"It’s appropriate, then, that my first NYFF screening this year was De Palma, a documentary by Noah Baumbach and Jake Paltrow that parlays their friendship with the director into a career overview.
"These kinds of docs are not uncommon, though they tend to run on PBS or HBO; Richard Linklater had one just last year with 21 Years, an affable look at his filmography that played a bit like a promo piece for Boyhood. But De Palma, culled from thirty to forty hours of conversations and pruned to only include De Palma’s voice, not his interviewers’, is more comprehensive and film-buffier than most. This is a full run-down covering every single movie he’s directed; Passion (which, sadly, remains his most recent fiction feature as of this writing) is the only one he doesn’t address directly, because the footage was filmed about five years ago, before that film was complete (Baumbach and Paltrow do include clips, though, as De Palma finishes up talking about how he’s returning to smaller indies after decades in and out of the studio system). If you’ve ever wanted to hear De Palma talk about Bonfire of the Vanities or Mission to Mars or Raising Cain alongside Blow Out and Dressed to Kill, this is your movie. And this is definitely my movie."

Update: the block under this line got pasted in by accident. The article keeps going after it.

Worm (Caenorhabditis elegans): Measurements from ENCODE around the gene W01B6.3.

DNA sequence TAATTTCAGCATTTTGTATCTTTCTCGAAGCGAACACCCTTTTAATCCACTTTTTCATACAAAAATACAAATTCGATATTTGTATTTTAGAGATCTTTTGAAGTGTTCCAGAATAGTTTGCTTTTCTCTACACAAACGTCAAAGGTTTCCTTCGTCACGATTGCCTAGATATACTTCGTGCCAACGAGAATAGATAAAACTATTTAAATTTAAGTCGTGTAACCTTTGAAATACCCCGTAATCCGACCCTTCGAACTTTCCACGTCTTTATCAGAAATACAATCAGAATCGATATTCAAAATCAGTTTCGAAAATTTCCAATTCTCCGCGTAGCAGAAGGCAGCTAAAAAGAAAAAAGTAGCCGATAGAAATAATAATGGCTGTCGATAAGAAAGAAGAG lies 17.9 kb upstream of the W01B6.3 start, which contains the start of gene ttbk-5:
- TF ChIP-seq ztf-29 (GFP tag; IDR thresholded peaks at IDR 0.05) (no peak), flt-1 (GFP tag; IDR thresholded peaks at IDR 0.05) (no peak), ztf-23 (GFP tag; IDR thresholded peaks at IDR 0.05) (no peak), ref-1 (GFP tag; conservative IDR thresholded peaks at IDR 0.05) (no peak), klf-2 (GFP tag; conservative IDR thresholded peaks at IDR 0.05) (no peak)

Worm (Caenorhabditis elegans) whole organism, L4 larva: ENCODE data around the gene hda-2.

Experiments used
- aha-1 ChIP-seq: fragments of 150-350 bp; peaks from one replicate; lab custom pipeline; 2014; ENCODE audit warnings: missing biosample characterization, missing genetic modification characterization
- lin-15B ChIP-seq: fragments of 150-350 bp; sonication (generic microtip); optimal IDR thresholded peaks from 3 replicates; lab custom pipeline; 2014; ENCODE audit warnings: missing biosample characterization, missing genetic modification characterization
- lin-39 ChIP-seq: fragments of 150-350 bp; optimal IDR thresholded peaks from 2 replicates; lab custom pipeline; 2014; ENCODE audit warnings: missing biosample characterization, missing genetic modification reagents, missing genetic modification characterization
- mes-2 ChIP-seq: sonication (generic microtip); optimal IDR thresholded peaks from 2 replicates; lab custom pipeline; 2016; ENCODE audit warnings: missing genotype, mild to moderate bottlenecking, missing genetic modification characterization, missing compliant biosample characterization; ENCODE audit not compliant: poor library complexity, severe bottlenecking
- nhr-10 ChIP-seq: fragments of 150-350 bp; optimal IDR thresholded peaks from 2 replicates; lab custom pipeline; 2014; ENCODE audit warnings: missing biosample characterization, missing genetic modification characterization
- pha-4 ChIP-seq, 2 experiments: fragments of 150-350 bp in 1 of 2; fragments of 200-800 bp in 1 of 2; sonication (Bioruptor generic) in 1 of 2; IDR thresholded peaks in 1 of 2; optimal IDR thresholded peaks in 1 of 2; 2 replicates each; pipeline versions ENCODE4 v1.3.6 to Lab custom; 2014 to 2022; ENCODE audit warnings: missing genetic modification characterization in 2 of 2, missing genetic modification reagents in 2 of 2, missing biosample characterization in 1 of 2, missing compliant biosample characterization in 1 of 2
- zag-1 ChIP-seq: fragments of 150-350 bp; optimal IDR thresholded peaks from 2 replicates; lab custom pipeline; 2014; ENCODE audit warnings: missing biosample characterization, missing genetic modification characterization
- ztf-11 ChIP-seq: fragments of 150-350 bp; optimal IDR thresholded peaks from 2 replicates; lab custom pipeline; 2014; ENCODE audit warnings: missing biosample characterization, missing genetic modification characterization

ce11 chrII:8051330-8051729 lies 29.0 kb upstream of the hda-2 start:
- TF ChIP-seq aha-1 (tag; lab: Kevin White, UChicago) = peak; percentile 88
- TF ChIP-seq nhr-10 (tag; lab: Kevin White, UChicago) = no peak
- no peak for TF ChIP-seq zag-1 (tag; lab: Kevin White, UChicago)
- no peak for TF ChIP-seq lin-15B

Joshua Rothkopf, Time Out New York
"But the doc transcends mere film-buff details for a fascinating, slowly emerging portrait of a pigheaded provocateur, maybe somewhere on the spectrum. Why did Body Double’s murder weapon, a model-impaling power drill, have to be so long and phallic? That’s only logical, of course: 'It had to go through the floor too.' Why does De Palma’s camera chase so many leggy female victims? 'I'd rather be following around a girl than a guy.' Why did his marriages end? 'My true wife is my movie, not you.' De Palma’s straightforwardness is often exhilaratingly impolitic.